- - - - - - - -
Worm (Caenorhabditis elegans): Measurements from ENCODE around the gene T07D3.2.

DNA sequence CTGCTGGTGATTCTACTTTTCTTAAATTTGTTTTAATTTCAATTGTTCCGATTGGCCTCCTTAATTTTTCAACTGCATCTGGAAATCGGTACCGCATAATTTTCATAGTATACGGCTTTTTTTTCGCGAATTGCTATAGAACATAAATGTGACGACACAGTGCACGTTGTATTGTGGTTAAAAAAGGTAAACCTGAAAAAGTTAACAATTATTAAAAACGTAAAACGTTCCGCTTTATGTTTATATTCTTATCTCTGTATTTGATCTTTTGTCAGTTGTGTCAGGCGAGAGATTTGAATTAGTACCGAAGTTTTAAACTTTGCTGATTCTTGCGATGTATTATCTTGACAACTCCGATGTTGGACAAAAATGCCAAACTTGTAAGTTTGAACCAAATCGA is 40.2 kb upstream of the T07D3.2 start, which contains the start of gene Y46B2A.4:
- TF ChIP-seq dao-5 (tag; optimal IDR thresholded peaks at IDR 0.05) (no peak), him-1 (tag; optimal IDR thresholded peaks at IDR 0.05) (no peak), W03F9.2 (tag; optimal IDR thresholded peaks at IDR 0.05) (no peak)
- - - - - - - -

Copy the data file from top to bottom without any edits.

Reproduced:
Worm (Caenorhabditis elegans): Measurements from ENCODE around the gene T07D3.2.

DNA sequence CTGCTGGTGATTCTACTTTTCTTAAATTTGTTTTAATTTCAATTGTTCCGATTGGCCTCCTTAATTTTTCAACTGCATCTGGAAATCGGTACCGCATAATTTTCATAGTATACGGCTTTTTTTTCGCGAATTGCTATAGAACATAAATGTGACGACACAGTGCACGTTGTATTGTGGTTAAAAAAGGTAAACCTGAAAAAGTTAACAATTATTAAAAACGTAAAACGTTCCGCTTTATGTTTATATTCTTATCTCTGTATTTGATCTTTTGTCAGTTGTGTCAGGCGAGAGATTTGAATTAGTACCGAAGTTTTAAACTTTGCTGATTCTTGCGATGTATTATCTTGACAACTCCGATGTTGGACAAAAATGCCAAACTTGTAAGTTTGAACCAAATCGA is 40.2 kb upstream of the T07D3.2 start, which contains the start of gene Y46B2A.4:
- TF ChIP-seq dao-5 (tag; optimal IDR thresholded peaks at IDR 0.05) (no peak), him-1 (tag; optimal IDR thresholded peaks at IDR 0.05) (no peak), W03F9.2 (tag; optimal IDR thresholded peaks at IDR 0.05) (no peak)